Monday, September 28, 2020

James Bolton | Dream Boy

a queer paradise without fear or guilt
by Douglas Messerli

James Bolton (screenplay, based on the fiction by Jim Grimsley, and director) Dream Boy / 2018

James Bolton’s Dream Boy, based on a fiction by Jim Grimsley, begins in a way that might support the easier interpretations of its title, suggesting that the backwater territory of Louisiana to where Nathan Davies (Stephan Bender) and his family has moved serves as backdrop to yet another tale of a neighbor kid, Roy (Maximillian Roeg) discovering his gay dreamboat, in this case, the shy Nathan. 
    Roy, as a farmer’s son must do chores before he gets down to his homework and drives the school bus as a part-time job to arrive at his morning destination. It is on that bus that Nathan first shows up, somewhat uncannily, in Roy’s rearview mirror. Seeing the handsome visage staring back at his gaze, Roy quickly motions for this tempting vision to move up closer to him, thus beginning a friendship that, like most coming of age gay sex tales, eases into a bonding between the two forged in their attempt to help each other with homework—Nathan being a model student in English with Roy better comprehending the complexities of Algebra.
     But something about this film doesn’t quite click into the gears of such now almost predictable gay teen romances, beginning as they generally do with a few stuttering attempts to demonstrate what their hormones demand followed by a longer period of angst about the direction in which their sexual drives are sent them.
    True, Roy has a Bible study girlfriend (Rooney Mara in her first film role) with whom he has almost graduated beyond the stage of intense petting while his best friends, Burke and Randy seem almost to be hostile at first to the newcomer and perhaps just a bit envious of the fact that Roy has found a apparently closer friend in Nathan. The young boys themselves, Roy two years older than Nathan, perceive their sexual attraction to one another almost immediately, playing it out with a gentle touch of the hands in only their second homework assignment meeting. Over the next few days, moreover, they sexually experiment at a speedy rate that is almost unheard of in such “coming out” films.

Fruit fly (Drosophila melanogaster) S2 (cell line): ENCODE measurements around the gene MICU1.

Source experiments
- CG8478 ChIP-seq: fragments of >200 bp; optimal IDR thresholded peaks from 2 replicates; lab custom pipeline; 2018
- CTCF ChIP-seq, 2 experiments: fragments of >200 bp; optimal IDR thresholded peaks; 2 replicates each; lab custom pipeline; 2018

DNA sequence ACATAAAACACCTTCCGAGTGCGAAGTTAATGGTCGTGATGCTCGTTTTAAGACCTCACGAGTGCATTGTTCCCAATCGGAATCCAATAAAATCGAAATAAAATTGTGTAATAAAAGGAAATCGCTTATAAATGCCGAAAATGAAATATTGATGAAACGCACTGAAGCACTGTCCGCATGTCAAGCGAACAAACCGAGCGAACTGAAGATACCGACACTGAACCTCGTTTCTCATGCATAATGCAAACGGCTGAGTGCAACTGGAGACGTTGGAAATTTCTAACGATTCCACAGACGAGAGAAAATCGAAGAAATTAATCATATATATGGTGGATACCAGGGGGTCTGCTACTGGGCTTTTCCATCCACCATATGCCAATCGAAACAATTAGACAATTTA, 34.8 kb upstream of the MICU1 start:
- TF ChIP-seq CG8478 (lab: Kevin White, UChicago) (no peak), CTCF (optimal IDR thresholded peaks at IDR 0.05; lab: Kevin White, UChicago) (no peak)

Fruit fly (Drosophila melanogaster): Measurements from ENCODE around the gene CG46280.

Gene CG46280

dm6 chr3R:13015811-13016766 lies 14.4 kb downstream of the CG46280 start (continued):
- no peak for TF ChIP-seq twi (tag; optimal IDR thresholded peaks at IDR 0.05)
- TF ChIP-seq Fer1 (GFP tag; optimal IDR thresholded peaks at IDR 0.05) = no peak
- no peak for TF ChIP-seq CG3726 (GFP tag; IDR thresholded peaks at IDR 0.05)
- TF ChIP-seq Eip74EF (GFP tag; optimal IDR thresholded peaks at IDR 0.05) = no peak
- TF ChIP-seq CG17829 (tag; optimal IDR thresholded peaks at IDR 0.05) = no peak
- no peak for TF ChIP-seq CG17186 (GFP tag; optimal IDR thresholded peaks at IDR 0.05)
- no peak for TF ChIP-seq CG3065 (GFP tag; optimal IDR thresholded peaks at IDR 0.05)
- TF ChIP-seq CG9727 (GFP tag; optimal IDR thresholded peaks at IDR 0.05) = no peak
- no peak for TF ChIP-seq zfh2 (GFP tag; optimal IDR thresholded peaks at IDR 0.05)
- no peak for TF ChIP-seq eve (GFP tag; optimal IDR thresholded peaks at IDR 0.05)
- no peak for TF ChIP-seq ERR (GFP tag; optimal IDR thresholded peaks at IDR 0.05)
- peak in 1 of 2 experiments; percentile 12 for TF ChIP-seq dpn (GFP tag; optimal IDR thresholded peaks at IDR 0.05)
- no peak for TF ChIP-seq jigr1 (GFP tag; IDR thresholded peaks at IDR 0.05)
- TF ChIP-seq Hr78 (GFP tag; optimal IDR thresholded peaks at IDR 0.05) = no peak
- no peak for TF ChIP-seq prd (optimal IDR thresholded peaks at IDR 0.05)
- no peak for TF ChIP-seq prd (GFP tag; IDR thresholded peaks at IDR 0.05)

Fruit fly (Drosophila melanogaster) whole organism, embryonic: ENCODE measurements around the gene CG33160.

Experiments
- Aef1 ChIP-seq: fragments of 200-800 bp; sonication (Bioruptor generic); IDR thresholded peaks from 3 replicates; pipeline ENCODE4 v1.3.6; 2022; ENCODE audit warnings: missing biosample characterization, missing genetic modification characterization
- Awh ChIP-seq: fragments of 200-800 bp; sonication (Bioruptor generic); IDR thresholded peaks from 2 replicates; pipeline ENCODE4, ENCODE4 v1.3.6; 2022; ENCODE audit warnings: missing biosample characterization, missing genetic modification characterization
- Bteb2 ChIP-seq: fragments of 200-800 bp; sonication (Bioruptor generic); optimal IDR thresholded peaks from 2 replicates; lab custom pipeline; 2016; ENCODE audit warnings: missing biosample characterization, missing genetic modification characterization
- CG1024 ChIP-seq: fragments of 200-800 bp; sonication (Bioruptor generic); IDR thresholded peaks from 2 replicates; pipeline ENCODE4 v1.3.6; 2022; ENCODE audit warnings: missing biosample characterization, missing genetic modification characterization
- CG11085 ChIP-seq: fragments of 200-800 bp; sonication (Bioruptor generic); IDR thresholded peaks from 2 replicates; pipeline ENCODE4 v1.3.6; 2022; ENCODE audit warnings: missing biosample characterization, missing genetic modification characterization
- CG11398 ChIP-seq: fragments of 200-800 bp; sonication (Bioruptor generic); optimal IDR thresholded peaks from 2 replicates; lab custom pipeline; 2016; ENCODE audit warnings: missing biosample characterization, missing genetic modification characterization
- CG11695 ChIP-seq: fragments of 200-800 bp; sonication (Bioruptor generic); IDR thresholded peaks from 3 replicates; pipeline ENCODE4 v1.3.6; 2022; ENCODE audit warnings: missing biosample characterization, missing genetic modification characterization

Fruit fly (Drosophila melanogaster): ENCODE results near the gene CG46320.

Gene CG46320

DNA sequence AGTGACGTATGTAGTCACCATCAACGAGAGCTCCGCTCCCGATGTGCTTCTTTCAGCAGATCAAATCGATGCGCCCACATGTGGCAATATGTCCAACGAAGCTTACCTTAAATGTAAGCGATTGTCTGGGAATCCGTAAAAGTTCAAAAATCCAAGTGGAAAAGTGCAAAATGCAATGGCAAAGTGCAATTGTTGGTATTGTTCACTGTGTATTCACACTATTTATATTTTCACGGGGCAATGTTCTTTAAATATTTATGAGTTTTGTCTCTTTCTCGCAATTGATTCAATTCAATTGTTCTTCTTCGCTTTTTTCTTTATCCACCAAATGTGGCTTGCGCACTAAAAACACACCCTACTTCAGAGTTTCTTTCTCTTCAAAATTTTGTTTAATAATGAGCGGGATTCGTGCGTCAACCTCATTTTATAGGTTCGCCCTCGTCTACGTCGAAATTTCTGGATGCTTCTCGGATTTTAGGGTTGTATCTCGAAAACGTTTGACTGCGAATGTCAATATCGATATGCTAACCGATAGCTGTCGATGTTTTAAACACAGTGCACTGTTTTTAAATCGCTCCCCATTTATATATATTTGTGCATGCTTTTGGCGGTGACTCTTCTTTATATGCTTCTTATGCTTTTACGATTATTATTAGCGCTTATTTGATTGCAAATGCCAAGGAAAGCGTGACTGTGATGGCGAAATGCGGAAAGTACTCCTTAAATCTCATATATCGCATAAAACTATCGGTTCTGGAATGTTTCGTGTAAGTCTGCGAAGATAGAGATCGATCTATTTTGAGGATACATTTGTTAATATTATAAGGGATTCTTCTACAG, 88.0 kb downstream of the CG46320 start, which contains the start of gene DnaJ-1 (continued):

Before long they have almost entered a relationship where they feel such a strong emotional tie that Roy asks, almost out of a sense of possessiveness, whether or not Nathan has had such homosexual contact previously. Nathan admits that this is his first time, with which Roy, without admitting so much, seems to take solace. That such gay virgins might suddenly find themselves in the midst of such longing and desire seems a bit incredible—particularly in an isolated world where, as Roy tells Nathan, hardly anyone else visits. It might almost be a kind of lost paradise in which neither boy feels the need for any feelings of fear or guilt.
     Yet, when soon after Nathan begins to fuck his friend, Roy suddenly pulls away, clearly shocked by the younger boy’s skill regarding what he might imagine is a neophyte’s attempts to please him. He goes so far as to accuse Nathan of lying about his previous experiences with a male other.
      Moreover, that the fact that the woods nearby are filled with strange totemisstic locations, a common Christian cemetery, an ancient Indian burial ground, and an empty mansion from the long ago slave days which is said to be haunted, all suggest to the viewer that something is slightly amiss in this movie if we are to imagine it as a youthful portrait of two gay boys coming of age.
      Gradually, the “dream boy” epithet shifts from a notion of Nathan being a model of Roy’s sexual desires, to the possibility of the entire story working within or at least beside a kind of fantasy or a presentation of an unreliable realist narrative somehow intertwined with dreams. In short, the love relationship between Nathan and Roy begins to take on the shape of a work such as Andrè Breton’s surrealist fiction Nadja, a mix of the Russian concept of “hope” and the Spanish “Nadie” or “No one.”